NEW DELHI, JULY 24 -- Top leaders of the Tamil guerrilla movement fighting the Sri Lankan government flew to New Delhi tonight amid reports that an agreement is near to end the civil war that has cost nearly 6,000 lives in the past four years.

India and Sri Lanka have reached an accord on the outlines of a peace plan, according to diplomatic sources in the Indian capital and news agency reports from Colombo, the Sri Lankan capital.

{In Washington, a spokesman for the Sri Lankan Embassy confirmed that an accord had been reached and that Indian Prime Minister Rajiv Gandhi would fly to Colombo in the next 10 days to sign the pact.

{A State Department official said it appeared that "an agreement is imminent" and that the signs were "very encouraging." A spokesman for the Indian Embassy said he was aware of reports of an accord but declined to comment.

{Sri Lankan Embassy press counselor Naren Chitty, quoting reports from the official news agency Lanka Puvath, said the accord was announced Friday night by Cabinet minister Gamini Dissanayake, a participant in the peace negotiations. Dissanayake reported that agreement had been reached on all major points and that the few remaining points of contention would be "resolved before dawn."}

Tamil guerrilla leader Velupillai Prabhakaran, whose objections have caused previous peace negotiations to collapse, and his aides were flown to New Delhi by the Indian Air Force, which reportedly sent a helicopter to the Jaffna Peninsula, the embattled Tamil stronghold in northern Sri Lanka, to pick him up.

India and Sri Lanka reportedly have been close to agreement on a peace accord before, only to see it founder when the Tamil guerrillas apparently refused to go along. The new proposal, however, appears to concede a primary Tamil demand previously rejected by the Sri Lankan government that the predominantly Tamil north and the east, which is about one-third Tamil, be joined into a single province.

The fact that Sri Lanka allowed the Indian helicopter to fly to Jaffna to pick up the Tamil leaders was an indication of the degree to which the two countries are in accord this time. In early June, India used fighter jets to escort planes delivering relief supplies to the Jaffna region after Sri Lanka refused to allow India to deliver supplies by sea.

Sri Lanka's Tamils are mostly Hindus who have close ties to the Tamil population of southern India. They have been fighting Sri Lanka's majority Sinhalese, who are mostly Buddhist, for an independent state or a greater measure of local autonomy.

In an occasionally shifting policy, India has provided safe haven for Tamil guerrillas. At times, India has been reported to have given them arms and training -- something Indian officials have consistently denied.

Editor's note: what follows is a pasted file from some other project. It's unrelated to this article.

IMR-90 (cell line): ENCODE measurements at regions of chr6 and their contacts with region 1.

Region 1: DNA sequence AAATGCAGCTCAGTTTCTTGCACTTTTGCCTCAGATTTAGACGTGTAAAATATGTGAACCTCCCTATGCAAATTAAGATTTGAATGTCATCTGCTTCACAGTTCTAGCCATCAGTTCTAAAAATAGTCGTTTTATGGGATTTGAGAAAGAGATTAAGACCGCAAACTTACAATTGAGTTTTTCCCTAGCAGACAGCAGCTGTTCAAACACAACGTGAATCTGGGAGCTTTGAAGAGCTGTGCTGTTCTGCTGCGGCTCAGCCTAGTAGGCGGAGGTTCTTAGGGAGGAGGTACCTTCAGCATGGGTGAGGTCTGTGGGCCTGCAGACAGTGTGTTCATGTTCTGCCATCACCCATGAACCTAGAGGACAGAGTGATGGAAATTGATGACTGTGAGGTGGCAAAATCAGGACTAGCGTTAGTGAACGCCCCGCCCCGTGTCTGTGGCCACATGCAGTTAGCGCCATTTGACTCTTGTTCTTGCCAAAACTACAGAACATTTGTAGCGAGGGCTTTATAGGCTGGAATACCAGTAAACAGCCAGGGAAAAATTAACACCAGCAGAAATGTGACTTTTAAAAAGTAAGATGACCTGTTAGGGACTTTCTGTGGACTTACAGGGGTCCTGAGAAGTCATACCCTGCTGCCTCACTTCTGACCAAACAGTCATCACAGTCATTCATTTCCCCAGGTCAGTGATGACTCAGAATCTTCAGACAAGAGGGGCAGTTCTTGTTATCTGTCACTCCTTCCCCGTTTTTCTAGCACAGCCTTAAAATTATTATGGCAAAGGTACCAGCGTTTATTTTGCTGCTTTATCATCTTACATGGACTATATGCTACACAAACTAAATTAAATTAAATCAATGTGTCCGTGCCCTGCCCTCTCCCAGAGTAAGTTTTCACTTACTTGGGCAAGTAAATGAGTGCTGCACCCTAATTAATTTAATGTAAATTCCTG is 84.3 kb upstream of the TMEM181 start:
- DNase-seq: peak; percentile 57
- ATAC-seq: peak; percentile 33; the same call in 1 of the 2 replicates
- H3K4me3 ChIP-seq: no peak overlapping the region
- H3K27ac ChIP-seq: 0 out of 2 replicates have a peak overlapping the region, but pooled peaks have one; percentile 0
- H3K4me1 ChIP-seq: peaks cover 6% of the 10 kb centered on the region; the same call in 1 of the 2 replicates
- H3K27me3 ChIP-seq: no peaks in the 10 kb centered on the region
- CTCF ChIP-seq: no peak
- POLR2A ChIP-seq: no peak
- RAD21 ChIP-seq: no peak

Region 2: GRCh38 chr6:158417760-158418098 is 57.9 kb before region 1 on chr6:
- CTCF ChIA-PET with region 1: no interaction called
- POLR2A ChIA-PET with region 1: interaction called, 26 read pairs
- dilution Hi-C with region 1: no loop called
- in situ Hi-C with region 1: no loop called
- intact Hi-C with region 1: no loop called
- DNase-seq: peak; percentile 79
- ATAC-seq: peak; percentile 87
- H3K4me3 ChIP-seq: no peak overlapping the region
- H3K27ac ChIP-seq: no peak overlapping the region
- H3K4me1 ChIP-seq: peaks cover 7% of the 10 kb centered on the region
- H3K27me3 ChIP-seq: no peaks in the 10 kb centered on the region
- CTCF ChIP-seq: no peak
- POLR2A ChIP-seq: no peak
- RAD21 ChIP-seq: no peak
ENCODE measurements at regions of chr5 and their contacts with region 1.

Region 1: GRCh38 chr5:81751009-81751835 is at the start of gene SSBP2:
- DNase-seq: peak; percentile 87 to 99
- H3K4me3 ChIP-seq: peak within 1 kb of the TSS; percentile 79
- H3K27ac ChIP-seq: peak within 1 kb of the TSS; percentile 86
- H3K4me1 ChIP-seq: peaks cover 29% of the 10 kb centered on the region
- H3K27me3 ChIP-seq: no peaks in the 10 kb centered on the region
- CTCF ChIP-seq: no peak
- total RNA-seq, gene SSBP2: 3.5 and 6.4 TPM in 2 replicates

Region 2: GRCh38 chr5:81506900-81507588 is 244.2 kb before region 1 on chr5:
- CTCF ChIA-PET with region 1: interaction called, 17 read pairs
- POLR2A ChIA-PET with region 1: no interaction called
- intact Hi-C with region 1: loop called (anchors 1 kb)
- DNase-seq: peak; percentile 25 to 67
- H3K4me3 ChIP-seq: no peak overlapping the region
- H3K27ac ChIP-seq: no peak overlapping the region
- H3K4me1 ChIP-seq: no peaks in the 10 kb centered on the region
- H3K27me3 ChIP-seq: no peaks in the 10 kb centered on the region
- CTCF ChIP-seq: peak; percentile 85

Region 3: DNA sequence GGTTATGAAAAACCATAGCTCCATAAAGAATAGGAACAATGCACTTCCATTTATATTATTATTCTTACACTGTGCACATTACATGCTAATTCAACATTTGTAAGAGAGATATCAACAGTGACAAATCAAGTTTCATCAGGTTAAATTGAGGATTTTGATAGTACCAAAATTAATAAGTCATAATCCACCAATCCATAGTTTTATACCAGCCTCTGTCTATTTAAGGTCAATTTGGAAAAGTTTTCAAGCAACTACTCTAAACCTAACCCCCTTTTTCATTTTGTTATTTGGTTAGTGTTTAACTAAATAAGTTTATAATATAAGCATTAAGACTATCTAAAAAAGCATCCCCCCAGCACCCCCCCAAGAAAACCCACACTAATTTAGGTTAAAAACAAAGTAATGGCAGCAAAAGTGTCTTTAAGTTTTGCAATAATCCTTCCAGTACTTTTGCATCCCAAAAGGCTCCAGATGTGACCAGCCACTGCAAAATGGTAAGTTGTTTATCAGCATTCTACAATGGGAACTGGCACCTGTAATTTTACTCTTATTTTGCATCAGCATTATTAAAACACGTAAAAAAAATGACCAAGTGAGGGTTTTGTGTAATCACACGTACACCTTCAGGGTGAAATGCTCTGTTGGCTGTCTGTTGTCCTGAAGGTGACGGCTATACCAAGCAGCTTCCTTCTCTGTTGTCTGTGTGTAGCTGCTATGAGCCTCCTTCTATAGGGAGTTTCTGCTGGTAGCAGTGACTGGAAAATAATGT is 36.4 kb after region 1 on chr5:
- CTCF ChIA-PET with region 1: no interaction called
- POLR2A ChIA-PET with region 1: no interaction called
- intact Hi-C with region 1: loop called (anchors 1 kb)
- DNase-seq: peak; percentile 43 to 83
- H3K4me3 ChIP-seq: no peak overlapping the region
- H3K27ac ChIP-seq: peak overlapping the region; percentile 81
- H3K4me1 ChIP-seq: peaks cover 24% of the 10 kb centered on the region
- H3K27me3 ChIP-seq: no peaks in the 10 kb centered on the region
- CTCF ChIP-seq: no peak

India's high commissioner to Sri Lanka, J.N. Dixit, who has played a major role in recent negotiations, also flew to New Delhi today after meeting with Sri Lankan President J.R. Jayawardene on details of the proposed agreements, according to news agency reports.

Prabhakaran, leader of the most militant and powerful guerrilla group, the Liberation Tigers of Tamil Eelam, reportedly is to meet with Gandhi on Saturday, but it remains unclear how hard the Indians are prepared to press to win guerrilla approval for the accord.

Indian diplomats reportedly have outlined the agreement to lower-level Tamil leaders and won their approval during recent visits to Jaffna, but Prabhakaran has not been heard from.

During a brief stopover in Madras today, Prabakharan indicated that his group may not yet be ready to approve the proposed accord.

"Only after meeting with Prime Minister Gandhi will I think about starting negotiations on the draft proposals," he was quoted as saying.

In a "message" to the Tamils of Sri Lanka issued in Madras, Prabhakaran called the Delhi meetings a "very, very important" chapter in their history.

"The whole world knows that the Tamils have been cheated for the past 30 years by successive Sri Lankan government. Now the Tamils have a leadership capable of achieving their goals."

The guerrillas have sought a withdrawal of Army troops from positions won in recent offensives on the Jaffna Peninsula and want police powers in the predominantly Tamil area while any accord is implemented.